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Richard Serjeantson

J. Peter Zetterberg emphasises the ways in which Francis Bacon's New Atlantis picks up on a large literature and a substantial body of practice about ways of making art imitate nature. Scholars in the past have been a little quick to see Bacon as a 'modern scientist', and indeed even to see the New Atlantis as a key text in 'the emergence of modern scientific practices from within late Renaissance culture'. Bacon was well acquainted with late Renaissance works on natural magic, and in particular with one of the most important of these, the Natural Magic of the Neapolitan magus Giovan Battista della Porta. The area of medicine that Bacon develops most thoroughly in the New Atlantis is the realm of hygiene. The New Atlantans are superior to their European visitors in terms of material wealth, medicine, technology, and learning generally; they are also chaster and religiously much more peaceable.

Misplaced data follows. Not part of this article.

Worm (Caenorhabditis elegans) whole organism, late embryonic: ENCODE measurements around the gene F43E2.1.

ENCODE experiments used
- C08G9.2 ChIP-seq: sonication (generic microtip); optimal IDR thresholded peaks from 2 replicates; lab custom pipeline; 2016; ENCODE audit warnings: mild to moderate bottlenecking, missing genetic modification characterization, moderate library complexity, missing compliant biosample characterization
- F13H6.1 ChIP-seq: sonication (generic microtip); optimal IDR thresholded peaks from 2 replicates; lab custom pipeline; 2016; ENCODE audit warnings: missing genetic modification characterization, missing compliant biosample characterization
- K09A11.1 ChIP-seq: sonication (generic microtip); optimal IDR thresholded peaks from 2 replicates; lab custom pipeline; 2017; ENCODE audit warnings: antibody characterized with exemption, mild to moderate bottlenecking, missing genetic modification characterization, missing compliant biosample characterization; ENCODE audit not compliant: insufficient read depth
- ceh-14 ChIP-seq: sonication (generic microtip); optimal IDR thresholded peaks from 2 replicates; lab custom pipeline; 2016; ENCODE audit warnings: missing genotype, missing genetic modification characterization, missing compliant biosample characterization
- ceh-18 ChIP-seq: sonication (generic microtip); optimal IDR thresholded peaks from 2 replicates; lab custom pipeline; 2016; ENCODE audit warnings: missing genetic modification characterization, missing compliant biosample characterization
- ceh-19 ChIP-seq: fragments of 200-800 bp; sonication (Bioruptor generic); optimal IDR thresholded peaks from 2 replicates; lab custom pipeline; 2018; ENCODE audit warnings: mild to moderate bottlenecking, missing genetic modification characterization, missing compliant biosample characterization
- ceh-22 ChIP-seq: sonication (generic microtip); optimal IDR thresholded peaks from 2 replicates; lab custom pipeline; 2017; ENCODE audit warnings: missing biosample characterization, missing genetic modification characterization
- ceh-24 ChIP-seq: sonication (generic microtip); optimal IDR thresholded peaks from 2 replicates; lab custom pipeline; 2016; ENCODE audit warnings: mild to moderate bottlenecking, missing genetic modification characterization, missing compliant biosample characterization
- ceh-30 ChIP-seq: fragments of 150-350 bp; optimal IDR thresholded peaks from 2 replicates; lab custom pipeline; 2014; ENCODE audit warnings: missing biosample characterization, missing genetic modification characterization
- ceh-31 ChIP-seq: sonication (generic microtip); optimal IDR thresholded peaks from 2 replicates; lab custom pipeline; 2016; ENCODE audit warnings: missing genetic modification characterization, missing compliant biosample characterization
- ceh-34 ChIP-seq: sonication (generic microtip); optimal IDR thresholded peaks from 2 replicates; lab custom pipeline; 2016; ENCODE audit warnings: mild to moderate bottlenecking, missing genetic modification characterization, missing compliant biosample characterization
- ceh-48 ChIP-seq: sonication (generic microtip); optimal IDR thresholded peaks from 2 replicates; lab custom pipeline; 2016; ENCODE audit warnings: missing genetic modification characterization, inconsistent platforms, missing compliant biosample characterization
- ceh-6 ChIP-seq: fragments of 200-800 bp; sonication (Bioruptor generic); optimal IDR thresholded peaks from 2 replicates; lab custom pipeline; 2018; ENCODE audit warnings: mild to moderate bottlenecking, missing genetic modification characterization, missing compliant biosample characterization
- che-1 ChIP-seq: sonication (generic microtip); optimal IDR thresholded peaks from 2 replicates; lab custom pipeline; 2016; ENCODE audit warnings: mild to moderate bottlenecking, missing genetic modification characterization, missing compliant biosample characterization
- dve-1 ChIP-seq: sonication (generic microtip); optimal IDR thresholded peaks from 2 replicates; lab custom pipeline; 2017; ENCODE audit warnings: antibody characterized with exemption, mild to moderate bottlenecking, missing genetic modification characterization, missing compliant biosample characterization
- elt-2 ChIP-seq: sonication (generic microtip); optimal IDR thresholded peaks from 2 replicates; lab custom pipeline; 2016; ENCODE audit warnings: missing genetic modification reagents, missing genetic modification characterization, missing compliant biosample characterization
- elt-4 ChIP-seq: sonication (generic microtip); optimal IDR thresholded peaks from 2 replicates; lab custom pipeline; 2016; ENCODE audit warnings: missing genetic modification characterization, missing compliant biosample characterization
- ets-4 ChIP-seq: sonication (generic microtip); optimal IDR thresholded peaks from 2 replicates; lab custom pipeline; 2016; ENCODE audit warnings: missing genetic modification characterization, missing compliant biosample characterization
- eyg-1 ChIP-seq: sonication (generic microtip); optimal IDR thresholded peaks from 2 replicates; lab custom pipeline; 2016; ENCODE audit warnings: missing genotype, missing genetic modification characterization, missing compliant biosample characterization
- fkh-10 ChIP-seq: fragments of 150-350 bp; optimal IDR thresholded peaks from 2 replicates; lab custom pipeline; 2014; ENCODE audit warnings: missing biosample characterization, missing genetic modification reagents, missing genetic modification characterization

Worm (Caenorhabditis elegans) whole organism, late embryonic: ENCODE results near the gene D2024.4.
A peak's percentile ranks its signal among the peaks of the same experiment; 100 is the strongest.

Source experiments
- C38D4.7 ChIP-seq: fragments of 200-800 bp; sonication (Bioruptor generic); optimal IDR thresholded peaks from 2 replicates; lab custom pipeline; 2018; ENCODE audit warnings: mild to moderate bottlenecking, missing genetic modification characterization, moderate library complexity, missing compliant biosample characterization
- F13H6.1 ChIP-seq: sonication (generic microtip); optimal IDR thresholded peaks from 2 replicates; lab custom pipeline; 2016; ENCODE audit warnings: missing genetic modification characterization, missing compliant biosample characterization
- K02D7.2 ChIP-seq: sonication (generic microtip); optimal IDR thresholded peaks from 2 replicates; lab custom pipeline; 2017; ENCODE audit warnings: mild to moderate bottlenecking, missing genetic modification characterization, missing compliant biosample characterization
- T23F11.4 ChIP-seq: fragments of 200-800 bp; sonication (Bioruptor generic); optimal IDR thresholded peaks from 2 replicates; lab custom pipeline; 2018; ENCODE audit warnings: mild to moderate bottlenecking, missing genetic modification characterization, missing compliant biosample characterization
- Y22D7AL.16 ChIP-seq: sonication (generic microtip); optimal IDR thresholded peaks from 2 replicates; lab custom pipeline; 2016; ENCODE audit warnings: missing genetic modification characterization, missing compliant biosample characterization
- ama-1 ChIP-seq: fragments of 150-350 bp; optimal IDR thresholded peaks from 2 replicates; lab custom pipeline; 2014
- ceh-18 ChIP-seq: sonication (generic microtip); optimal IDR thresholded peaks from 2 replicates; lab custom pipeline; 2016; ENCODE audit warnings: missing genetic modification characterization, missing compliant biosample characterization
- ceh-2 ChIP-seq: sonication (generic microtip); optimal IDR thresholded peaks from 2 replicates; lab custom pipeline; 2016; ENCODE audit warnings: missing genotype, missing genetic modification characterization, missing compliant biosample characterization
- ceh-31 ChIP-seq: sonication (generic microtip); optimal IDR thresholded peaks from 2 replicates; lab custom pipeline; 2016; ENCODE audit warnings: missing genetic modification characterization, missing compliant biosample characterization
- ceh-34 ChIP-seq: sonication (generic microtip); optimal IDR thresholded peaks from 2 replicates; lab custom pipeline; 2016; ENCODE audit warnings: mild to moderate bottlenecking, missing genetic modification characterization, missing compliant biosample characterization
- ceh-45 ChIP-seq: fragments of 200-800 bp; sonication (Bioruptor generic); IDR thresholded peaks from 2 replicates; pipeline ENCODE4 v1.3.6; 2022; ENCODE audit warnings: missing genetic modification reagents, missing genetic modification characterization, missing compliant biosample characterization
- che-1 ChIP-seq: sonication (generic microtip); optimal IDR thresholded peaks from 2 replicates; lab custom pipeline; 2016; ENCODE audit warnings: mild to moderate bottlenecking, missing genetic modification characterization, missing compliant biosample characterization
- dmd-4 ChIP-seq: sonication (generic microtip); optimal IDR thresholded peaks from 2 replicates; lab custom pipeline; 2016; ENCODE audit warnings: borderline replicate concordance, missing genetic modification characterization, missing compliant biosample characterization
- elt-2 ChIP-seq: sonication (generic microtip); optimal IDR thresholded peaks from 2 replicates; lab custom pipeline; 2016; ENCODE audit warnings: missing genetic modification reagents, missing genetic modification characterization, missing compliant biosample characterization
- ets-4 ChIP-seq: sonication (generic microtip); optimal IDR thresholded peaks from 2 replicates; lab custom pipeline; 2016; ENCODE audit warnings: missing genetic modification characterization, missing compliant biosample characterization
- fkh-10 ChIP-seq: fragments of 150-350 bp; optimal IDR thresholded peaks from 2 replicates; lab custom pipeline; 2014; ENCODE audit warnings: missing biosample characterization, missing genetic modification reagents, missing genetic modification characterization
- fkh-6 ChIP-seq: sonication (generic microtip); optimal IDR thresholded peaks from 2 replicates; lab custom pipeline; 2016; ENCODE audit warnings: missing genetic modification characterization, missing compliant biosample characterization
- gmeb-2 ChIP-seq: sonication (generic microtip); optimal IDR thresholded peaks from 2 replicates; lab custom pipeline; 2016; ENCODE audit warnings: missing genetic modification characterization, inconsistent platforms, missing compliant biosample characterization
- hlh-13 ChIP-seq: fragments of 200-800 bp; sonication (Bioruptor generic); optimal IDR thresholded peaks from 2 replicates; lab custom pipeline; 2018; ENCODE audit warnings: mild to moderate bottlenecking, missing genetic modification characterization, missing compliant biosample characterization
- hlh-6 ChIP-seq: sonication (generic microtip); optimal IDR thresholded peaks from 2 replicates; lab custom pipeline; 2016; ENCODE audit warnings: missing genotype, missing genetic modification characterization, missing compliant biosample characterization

in Francis Bacon’s New Atlantis